Plants are autotrophs, meaning that they produce their food. Photosynthesis is the foundational process through which carbohydrates are created by plants from raw materials using energy from sunlight.
Preparing a leaf for the starch test
1. Boil the leaf in water. This not only denatures the enzymes that would convert starch into its products but also makes the cell membrane more permeable. The leaf will become soft.
2. Now, boil the leaf in ethanol which is a solvent for chlorophyll. Use a water bath for this step to ensure uniform heating and safety. This removes the green pigment, making the color change visible. The leaf will now become hard and brittle.
3. Rinse the leaf in water to make it soft and permeable.
4. Place it on a white tile for clear results.
5. Add iodine solution to test for the presence of starch. As skin contact with iodine solution can have side effects, make sure to be careful.
If the color changes from brown to blue-black, it indicates that starch is present. Whereas, if the color remains brown, it indicates that no starch is present.
The Necessity of Light
1. Destarch a plant by keeping it in darkness for a few hours. Then, check the leaf for the starch test.
2. Cut a shape from a piece of black paper, and stick it to a destarched leaf.
3. Place the plant in daylight for a few hours.
4. Remove the leaf, and test it for the presence of starch.
Only areas exposed to light will turn blue-black in iodine solution.
The Necessity of Carbon Dioxide
1. Destarch 2 potted plants by keeping them in darkness for a few hours. This will ensure that all starch converts back to glucose to be respired, and we can start the experiment from the beginning.
2. Cover one of the plants with a polythene bag (investigation) to avoid carbon dioxide entry.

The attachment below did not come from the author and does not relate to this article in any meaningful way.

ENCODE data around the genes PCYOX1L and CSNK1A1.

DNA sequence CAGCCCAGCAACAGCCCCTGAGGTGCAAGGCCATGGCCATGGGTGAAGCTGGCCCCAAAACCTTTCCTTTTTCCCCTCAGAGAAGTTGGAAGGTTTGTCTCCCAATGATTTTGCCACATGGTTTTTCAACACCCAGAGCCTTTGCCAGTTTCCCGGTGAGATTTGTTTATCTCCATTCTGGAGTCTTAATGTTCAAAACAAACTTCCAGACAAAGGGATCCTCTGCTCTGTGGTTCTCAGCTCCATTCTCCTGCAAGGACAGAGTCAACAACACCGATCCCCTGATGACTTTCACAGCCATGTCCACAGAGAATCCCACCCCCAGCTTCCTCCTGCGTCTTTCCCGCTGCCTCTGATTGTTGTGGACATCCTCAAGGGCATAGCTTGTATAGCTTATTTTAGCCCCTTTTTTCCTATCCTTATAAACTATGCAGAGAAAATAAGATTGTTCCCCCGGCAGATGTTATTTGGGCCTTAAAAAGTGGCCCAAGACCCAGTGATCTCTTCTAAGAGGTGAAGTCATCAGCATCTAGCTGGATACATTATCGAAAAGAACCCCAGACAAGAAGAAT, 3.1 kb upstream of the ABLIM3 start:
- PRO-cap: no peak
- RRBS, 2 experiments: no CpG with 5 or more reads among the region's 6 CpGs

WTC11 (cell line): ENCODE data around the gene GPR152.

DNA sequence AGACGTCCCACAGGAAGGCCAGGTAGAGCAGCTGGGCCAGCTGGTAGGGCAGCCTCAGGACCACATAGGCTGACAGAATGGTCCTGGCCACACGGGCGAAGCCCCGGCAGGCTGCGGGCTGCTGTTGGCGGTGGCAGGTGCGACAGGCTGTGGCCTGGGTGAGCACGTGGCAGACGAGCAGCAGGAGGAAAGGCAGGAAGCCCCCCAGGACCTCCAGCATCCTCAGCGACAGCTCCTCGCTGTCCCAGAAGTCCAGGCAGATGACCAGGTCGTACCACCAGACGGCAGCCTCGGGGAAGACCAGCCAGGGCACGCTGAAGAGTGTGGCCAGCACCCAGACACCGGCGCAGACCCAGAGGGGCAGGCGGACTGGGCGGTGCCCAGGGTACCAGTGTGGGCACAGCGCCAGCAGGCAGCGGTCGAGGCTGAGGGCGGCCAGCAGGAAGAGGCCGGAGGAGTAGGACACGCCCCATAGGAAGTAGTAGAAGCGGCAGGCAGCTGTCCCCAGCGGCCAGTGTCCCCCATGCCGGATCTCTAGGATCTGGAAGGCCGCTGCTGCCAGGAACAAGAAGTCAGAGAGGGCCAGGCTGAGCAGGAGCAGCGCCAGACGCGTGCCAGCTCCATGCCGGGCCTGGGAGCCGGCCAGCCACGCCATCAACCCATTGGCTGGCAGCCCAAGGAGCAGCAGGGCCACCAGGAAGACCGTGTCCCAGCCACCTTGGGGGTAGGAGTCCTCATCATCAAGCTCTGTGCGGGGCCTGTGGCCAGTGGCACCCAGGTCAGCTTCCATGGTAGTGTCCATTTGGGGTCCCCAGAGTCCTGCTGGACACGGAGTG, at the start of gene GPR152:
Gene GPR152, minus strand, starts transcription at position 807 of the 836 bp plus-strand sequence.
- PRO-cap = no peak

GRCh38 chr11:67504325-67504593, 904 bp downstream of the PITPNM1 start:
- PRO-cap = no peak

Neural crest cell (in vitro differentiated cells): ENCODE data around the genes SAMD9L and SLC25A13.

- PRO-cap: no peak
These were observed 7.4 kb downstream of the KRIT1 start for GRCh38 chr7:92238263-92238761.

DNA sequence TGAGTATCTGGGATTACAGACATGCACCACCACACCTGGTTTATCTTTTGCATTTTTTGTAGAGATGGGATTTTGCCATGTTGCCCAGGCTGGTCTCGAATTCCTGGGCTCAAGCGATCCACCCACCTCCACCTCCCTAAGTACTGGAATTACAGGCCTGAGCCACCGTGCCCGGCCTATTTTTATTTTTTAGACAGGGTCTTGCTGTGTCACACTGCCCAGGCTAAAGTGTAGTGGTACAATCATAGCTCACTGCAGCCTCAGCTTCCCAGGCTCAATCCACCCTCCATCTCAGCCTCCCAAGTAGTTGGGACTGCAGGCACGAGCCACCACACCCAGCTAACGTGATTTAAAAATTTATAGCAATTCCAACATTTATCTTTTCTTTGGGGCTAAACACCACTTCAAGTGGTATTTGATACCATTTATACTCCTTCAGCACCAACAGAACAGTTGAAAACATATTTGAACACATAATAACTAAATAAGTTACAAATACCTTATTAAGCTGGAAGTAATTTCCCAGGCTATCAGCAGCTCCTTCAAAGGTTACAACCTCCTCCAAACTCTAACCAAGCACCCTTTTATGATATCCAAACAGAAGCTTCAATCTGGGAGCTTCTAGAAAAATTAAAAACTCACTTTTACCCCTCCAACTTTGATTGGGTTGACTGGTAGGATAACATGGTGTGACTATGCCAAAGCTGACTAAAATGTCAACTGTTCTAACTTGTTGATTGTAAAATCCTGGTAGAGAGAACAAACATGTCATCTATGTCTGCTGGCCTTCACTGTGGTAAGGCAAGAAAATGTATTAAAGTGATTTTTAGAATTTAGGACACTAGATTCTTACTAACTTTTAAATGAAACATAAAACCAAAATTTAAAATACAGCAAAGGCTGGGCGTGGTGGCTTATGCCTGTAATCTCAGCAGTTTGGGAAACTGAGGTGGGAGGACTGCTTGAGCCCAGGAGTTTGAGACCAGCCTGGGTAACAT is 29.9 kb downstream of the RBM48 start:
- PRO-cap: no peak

3. Put a dish with soda-lime to absorb all carbon dioxide from soil and air.
4. Keep both of these plants in sunlight to photosynthesize.
5. Pluck one leaf from each plant.
6. Prepare both leaves for a starch test.
Since there was no carbon dioxide in the first plant, the iodine test will be negative. While for the second plant, the test is positive due to the presence of carbon dioxide.
The point of control experiment is to compare and contrast with the investigation by providing all limiting factors.
The Necessity of Chlorophyll
1. Take a plant with variegated leaf i.e. a leaf with chloroplast in patches.
2. Destarch the plant by keeping it in darkness for a few hours. Then, keep it in daylight for a few hours.
3. Take a variegated leaf, and prepare it for a starch test.
Chlorophyll converts light energy into chemical energy by confining it. It then helps in the production of carbohydrates and their subsequent storage. Only the green parts will turn blue-black with iodine solution due to the presence of chlorophyll. The white parts will remain brown due to the absence of chlorophyll. Since starch is only present in green plants, it concludes that chlorophyll is needed for photosynthesis.
Factors Affecting the Rate of Photosynthesis
A plant cannot photosynthesize without enough light, even if there is enough water and carbon dioxide.
1. Take a plant, and destarch it.
2. Take an aquatic plant e.g. seaweed, and place it in a beaker.
3. Place two wooden blocks in the beaker, and then put a filter funnel in, and cover it with a test tube.
4. Place a lamp far from the beaker, and you will observe that the rate of bubbles is slow.
5. Bring the lamp closer to the beaker. After a few minutes, you will observe that bubbles will appear steadily.
6. Repeat several times at different distances.
Increasing light intensity increases the speed of the reaction. As light energy increases, the energy absorbed by the chlorophyll.
At low temperatures, the enzymes do not have the energy to meet many substrate molecules, so the rate of reaction decreases. At the optimum temperature, enzymes are the most efficient. On further increase in temperature, the enzyme denatures and cannot be used again.